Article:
Hermite Polynomials

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Hermite polynomials

[er′mēt ‚päl·ə′nō·mē·əlz]
A family of orthogonal polynomials which arise as solutions to Hermite's differential equation, a particular case of the hypergeometric differential equation.
McGraw-Hill Dictionary of Scientific & Technical Terms, 6E, Copyright © 2003 by The McGraw-Hill Companies, Inc.
The following article is from The Great Soviet Encyclopedia (1979). It might be outdated or ideologically biased.

Hermite Polynomials


a special system of polynomials of successively increasing degree. For n = 0,1, 2,..., the Hermite polynomials Hn (x) are defined by the formula

In particular, H0 = 1, H1 = 2x, H2 = 4x2 – 2, H3 = 8x3 – 12x, and H4 = 16x4 – 48x2 + 12.

Hermite polynomials are orthogonal on the entire x-axis with respect to the weight function

e –x2

(seeORTHOGONAL POLYNOMIAL). They satisfy the differential equation

y″ – 2xy′ + 2ny = 0

and the recursion formulas

Hn+1 (x ) – 2xHn (x ) + 2nHn-1 (x ) = 0

H′n(x ) – 2nH–1(x ) = 0

Also sometimes called Hermite polynomials are polynomials that differ from those given above by certain factors dependent on n; sometimes


is used as the weight function. The basic properties of the system were studied by P. L. Chebyshev in 1859 and C. Hermite in 1864.

The Great Soviet Encyclopedia, 3rd Edition (1970-1979). © 2010 The Gale Group, Inc. All rights reserved.
References in periodicals archive ?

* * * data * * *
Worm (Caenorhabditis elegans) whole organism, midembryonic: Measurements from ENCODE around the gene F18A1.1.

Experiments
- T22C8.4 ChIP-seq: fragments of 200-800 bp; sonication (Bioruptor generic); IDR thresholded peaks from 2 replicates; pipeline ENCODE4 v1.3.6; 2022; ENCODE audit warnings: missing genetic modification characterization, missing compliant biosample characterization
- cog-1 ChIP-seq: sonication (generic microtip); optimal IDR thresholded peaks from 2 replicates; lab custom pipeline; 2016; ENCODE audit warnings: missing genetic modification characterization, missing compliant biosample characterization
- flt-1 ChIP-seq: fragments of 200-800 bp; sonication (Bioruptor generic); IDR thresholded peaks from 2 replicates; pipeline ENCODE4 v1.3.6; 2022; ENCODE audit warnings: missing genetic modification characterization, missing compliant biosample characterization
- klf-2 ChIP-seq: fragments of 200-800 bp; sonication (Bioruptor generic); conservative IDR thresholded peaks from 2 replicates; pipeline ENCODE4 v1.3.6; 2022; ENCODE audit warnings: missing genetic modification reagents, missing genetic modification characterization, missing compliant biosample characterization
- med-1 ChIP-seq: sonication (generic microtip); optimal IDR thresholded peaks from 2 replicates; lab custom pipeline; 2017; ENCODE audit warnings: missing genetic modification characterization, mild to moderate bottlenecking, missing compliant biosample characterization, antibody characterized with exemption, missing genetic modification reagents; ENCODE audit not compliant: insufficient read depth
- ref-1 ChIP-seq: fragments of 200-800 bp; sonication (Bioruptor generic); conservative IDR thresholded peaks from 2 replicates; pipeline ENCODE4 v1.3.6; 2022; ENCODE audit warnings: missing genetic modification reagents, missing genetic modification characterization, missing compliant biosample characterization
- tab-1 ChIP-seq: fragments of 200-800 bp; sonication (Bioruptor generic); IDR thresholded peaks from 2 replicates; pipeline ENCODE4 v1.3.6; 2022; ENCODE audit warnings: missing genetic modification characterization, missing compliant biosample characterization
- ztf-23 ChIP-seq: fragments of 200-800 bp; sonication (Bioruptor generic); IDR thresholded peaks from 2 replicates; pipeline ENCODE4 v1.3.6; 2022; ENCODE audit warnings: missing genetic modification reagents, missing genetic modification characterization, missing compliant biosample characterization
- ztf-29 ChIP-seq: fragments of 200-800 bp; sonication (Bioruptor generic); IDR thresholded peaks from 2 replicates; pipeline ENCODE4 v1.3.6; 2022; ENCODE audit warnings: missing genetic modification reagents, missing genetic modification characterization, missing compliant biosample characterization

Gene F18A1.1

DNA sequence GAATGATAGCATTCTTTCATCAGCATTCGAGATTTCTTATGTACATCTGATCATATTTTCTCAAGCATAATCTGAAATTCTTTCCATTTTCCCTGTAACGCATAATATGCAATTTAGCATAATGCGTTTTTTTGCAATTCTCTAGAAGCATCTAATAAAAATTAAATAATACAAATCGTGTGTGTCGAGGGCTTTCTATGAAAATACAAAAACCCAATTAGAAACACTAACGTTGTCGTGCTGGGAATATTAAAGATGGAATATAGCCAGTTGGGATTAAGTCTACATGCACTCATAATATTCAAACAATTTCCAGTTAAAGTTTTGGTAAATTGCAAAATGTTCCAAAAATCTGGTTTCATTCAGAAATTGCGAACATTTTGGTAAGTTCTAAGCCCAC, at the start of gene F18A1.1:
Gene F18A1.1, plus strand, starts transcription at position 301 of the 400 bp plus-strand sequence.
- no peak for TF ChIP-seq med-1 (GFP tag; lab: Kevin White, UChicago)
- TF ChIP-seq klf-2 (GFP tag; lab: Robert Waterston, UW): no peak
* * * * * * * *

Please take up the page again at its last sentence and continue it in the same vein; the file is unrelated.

An especially important case occurs for [alpha] = 2, [rho ] = 0, corresponding to the classical Hermite polynomials. Note that the recurrence coefficients for general values of a and [rho ] are not known explicitly, but their asymptotic behavior has been established [14].
In Section 2 we introduce preliminary results about the n-polyanalytic function spaces and their relationship with the Hermite polynomials. In Section 3 we prove that every Toeplitz operator with bounded horizontal symbol a(z) acting on Fock space is unitary equivalent to a multiplication operator [[gamma].sup.n,[alpha]] (x)I acting on ([L.sub.2]([R.sub.+])).sup.n, where [[gamma].sup.n,a] (x) is a continuous matrix-valued function on (-[infinity], [infinity]).
Polynomial chaos was first introduced by Wiener [6] where Hermite polynomials were used to model stochastic processes with Gaussian random variables.
In this paper, we use the probabilistic orthonormal Hermite polynomials for [[PSI].sub.i]([xi]) and, accordingly, f([xi]) = (1/[square root of 2[pi]])exp(-[[xi].sup.2]/2).
The wave functions in Schrodinger equation for the well-known potentials have been obtained on the orthogonal polynomials, such as Jacobi, generalized Laguerre, and Hermite polynomials and the energy eigenvalues spectrum can be accessible for each case.
There are only a few explicit examples which include the formula for the exponential generating function of Hermite polynomials [8] and the Glaisher-Crofton identity [9-11]
These facts, as well as cardinal basis functions perspective, motivated us in [11] to patch cubic Hermite polynomials together to construct piecewise cubic fuzzy Hermite polynomial and provide an explicit formula in a succinct algorithm to calculate the fuzzy interpolant in cubic case as a new replacement method for [4,10].
Finally, [P.sub.s]([[xi].sup.[alpha]]), [Q.sup.[beta].sub.s] ([[xi].sup.[alpha]]), [R.sup.[beta][gamma].sub.s] ([[xi].sup.[alpha]]), and [S.sup.123.sub.s] ([[xi].sup.[alpha]]) are suitable products of the Hermite polynomials in (4).
Two equivalent versions of the Hermite polynomials may be found in the literature: for n = 0, 1, 2...,
The Hermite analysis functions called [D.sub.n] [20, 21] are a set of orthogonal polynomials obtained from the product of a Gaussian window defined by g and the Hermite polynomials [H.sub.n], where n in this case indicates the order of analysis.
Example 2 Hermite polynomials [{[H.sub.n](t)}.sub.n] forms an orthogonal polynomial system with respect to the linear functional L defined by [Lt.sup.k] = [EX.sup.k], where X is a Gaussian random variable.